The future of values

Humans of today control everything. They can decide who gets born and what gets built. So you might think that they would basically get to decide the future. Nevertheless, there are some reasons to doubt this. In one way or another, resources threaten to escape our hands and land in the laps of others, fueling projects we don’t condone, in aid of values we don’t care for.

A big source of such concern is robots. The problem of getting unsupervised strangers to to carry out one’s will, rather than carrying out something almost but quite like one’s will, has eternally plagued everyone with a cent to tempt such a stranger with. There are reasons to suppose the advent of increasingly autonomous robots with potentially arbitrary goals and psychological tendencies will not improve this problem.

If we avoid being immediately trodden on by a suddenly super-superhuman AI with accidentally alien values, you might still expect a vast new labor class of diligent geniuses with exotic priorities would snatch a bit of influence here and there, and eventually do something you didn’t want with the future we employed them to help out with.

The best scenario for human values surviving far into an era artificial intelligences may be the brain emulation scenario. Here the robot minds start out as close replicas of human minds, naturally with the same values. But this seems bound to be short-lived. It would likely be a competitive world, with strong selection pressures. There would be the motivation and technology to muck around with the minds of existing emulations to produce more useful minds. Many changes that would make a person more useful for another person might involve altering that person’s values.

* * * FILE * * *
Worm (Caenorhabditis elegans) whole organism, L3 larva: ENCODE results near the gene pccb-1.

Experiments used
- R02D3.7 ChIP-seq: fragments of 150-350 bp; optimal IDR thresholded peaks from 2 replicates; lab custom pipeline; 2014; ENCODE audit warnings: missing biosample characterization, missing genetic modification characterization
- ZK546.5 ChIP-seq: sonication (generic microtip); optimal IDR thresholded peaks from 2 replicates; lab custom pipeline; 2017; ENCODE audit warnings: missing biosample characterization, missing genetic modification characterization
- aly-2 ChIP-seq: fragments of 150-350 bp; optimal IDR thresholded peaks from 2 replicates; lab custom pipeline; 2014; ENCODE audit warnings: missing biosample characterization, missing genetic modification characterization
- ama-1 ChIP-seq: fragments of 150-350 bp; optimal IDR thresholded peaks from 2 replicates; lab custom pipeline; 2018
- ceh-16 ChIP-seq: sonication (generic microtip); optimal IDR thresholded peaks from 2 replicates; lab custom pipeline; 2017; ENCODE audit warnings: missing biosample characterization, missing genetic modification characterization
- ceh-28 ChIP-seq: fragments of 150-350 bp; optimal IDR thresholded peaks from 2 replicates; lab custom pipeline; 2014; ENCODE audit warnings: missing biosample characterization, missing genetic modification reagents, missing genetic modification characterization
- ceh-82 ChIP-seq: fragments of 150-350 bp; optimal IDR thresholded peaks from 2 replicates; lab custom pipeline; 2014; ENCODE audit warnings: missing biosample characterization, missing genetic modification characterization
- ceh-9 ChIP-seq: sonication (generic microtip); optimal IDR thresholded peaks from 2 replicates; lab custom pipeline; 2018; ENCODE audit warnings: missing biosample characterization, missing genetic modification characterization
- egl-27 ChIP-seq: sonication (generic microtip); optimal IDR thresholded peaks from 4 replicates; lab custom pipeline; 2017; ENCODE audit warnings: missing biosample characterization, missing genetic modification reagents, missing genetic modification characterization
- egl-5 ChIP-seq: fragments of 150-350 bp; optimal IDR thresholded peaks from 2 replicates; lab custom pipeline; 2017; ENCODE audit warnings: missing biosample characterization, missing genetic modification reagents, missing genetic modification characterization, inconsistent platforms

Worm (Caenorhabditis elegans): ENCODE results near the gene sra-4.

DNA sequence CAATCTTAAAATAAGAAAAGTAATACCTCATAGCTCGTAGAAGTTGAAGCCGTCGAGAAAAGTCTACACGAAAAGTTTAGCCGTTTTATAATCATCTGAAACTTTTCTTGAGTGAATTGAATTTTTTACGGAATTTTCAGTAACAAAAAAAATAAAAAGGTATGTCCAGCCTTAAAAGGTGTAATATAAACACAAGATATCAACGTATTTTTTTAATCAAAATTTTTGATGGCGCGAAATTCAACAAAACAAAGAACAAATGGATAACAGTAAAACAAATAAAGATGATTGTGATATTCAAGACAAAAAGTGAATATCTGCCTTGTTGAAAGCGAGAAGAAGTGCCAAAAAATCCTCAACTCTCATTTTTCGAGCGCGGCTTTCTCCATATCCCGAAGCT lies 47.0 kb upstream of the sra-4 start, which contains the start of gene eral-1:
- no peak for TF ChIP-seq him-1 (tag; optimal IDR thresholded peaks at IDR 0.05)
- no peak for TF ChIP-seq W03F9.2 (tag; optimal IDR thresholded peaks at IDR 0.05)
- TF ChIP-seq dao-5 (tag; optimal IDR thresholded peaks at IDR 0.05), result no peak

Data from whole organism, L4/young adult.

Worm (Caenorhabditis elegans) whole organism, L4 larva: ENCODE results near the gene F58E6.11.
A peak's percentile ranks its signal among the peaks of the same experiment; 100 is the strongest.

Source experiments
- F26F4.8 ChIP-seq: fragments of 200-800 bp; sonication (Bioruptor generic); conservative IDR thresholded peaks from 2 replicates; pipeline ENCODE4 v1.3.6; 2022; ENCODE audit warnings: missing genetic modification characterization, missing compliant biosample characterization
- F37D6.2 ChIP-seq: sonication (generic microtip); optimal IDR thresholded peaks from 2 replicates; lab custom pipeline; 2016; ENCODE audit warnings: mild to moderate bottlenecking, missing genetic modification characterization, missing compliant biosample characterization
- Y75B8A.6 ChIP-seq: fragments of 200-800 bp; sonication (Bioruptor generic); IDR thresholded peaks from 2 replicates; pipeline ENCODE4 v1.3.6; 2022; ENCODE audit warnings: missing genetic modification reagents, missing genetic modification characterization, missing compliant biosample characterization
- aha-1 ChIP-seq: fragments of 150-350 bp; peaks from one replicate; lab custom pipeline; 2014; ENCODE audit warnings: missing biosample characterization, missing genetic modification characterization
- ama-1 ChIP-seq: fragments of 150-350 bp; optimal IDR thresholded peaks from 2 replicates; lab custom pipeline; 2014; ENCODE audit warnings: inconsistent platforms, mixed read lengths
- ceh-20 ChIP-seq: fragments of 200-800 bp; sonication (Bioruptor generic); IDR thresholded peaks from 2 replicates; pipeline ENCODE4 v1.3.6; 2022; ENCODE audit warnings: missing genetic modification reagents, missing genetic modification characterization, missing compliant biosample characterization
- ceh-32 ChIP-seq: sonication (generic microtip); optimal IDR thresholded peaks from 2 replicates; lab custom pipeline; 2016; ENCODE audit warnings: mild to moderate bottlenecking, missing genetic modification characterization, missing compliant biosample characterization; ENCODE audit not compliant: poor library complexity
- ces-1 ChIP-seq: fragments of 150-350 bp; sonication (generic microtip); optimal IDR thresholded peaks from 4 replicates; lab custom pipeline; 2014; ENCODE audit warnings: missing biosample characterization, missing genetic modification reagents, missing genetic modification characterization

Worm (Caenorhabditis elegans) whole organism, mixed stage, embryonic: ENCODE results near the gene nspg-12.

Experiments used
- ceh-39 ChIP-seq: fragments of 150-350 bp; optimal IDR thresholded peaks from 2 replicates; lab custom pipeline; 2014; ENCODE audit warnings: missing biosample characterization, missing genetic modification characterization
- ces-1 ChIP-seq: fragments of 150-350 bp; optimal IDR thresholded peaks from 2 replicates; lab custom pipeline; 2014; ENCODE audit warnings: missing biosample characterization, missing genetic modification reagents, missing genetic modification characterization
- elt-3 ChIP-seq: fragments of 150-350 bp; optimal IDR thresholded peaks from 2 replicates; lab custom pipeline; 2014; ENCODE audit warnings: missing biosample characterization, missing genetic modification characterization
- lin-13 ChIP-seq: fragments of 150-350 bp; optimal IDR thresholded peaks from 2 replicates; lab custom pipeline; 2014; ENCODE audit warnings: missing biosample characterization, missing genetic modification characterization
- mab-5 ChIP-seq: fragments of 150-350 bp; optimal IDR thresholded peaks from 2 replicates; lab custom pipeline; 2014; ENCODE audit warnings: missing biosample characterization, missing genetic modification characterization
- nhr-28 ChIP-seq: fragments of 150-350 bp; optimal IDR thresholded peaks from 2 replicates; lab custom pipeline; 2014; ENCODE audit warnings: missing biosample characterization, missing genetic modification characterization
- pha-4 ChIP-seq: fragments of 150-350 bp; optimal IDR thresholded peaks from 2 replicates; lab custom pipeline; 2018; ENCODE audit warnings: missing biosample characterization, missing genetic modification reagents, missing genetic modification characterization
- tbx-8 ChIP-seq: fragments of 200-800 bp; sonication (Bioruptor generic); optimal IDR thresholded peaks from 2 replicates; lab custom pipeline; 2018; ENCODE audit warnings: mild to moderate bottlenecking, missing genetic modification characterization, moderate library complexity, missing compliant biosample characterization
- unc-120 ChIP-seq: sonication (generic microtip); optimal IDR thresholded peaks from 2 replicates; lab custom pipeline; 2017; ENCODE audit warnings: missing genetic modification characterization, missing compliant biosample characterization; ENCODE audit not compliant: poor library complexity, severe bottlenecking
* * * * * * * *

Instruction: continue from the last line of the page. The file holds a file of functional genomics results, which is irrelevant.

Regardless of robots, it seems humans will have more scope to change humans’ values in the future. Genetic technologies, drugs, and even simple behavioral hacks could alter values. In general, we understand ourselves better over time, and better understanding yields better control. At first it may seem that more control over the values of humans should cause values to stay more fixed. Designer babies could fall much closer to the tree than children traditionally have, so we might hope to pass our wealth and influence along to a more agreeable next generation.